The Best Little Death Exhibit in London

The title of this blog is a reference to the 1982 Burt Reynolds & Dolly Parton movie The Best Little Whorehouse in Texas.  I won’t get into the plot , since it has nothing to do with this post, but needless to say, WORTH THE WATCH.

The collection of Richard Harris, super daper gentlemen death collector, will be on display at the Wellcome Trust in London until February 24, 2013.  Harris collects everything from the medieval to the modern, including things I had only ever seen in books– Albrecht Dürer woodcuts I’m looking at you.  I saw the exhibit in Chicago and it is diverse and rich and (much like the film Best Little Whorehouse in Texas) totally worth it.

See the fantastic video about the collection from the BBC here

Me & Richard Harris, who I secretly hope will adopt me.  Guess it’s not a secret anymore.

Utrecht Vanitas Still Life, 1643

Ivo Saliger The Doctor 1921

Memento Mori – Unknown [German]  Early 17th century, Fruitwood

Tchelitcheu Living Shell 1944

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  • I went to this exhibit also. It was wonderful– the hanging corpse in the fish net weirded me out forever.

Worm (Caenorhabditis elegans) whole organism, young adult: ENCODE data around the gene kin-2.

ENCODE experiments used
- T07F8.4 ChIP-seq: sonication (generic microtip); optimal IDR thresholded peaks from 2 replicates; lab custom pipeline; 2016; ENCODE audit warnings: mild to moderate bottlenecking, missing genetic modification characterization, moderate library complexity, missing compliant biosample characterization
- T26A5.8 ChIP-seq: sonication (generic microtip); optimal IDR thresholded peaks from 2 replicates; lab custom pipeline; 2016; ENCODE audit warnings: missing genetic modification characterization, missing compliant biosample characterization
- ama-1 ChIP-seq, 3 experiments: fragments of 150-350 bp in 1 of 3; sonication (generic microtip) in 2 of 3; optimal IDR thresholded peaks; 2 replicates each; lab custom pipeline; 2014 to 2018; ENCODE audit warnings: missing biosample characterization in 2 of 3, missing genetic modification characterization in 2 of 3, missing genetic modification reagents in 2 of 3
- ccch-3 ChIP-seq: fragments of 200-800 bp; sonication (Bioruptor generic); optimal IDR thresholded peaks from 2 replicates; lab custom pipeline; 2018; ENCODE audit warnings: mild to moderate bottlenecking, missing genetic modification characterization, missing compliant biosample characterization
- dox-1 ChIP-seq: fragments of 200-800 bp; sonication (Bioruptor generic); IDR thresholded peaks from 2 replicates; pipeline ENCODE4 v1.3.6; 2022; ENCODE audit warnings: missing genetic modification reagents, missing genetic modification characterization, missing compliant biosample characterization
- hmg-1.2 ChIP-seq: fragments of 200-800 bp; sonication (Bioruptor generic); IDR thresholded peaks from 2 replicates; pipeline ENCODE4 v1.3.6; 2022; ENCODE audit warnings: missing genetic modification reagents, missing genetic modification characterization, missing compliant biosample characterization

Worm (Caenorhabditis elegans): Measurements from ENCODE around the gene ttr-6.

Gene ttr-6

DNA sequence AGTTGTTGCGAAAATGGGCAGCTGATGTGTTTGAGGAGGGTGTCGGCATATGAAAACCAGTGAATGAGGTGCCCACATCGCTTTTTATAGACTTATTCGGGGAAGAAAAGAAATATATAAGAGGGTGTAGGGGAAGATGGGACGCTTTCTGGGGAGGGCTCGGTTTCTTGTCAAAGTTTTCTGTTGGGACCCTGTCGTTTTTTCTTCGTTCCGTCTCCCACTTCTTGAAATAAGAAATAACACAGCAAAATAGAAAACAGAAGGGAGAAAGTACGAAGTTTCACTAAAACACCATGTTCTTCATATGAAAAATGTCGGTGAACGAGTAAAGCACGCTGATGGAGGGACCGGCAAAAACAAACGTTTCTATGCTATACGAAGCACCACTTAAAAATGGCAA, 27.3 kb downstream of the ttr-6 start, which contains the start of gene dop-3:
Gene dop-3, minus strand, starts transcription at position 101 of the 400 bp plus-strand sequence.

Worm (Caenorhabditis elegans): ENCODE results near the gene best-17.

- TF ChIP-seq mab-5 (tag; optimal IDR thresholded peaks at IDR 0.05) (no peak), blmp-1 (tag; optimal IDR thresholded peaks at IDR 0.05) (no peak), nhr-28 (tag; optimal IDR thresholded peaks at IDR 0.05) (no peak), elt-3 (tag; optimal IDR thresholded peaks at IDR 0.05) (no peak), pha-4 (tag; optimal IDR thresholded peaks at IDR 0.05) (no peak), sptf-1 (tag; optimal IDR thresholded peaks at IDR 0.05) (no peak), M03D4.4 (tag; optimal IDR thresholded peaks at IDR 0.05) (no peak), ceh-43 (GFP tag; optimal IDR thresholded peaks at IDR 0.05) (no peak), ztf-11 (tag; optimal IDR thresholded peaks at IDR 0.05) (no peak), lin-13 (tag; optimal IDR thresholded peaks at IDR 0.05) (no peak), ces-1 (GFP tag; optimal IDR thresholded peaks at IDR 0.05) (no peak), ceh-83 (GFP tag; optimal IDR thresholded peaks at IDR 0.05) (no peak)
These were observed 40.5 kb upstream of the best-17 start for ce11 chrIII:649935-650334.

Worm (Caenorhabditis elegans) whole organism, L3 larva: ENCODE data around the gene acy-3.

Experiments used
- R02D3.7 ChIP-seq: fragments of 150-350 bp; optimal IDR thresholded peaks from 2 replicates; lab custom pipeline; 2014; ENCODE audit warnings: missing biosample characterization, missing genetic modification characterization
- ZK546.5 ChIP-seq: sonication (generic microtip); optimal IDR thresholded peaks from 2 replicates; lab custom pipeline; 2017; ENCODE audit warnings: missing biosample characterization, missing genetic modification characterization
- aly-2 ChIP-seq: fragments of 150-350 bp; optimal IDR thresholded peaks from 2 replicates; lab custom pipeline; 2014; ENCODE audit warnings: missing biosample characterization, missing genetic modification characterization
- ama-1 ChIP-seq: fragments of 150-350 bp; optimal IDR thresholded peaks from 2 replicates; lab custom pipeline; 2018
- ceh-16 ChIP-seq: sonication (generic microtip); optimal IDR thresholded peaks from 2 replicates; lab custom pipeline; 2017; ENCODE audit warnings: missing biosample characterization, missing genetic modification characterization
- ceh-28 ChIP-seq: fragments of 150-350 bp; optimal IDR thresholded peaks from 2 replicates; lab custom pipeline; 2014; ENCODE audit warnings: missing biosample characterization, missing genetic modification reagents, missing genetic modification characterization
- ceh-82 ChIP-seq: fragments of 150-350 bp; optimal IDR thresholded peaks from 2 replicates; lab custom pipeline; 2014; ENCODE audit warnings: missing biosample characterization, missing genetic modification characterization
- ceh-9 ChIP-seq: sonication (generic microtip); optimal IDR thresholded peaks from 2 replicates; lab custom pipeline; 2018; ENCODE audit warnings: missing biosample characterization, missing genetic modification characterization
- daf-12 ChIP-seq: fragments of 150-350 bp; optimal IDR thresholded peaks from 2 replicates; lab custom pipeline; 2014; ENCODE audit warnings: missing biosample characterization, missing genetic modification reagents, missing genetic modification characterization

• This video has just enough cow bell.

  • Karen Edie

    Unless I am terribly mistaken, the 17th century statue is referencing a specific cause of death. The bow and arrows suggest that the corpse is spreading the plague.

  • Of all the years I am not doing archaeology in the UK! Cue whiney death bitching.

  • Vern

    I am not since I am too much your senior, but I suspect you receive a lot of marriage or relationship proposals. You have a wonderfully cynical view of traditional funerals and approaches to the topic of death. Incredibly refreshing. I first became aware of you when you were interviewed by Jian Ghomashi on the Canadian Broadcasting Corporation radio network. You were fantastic; you definitely caught my attention even though I was driving. Keep up the good work.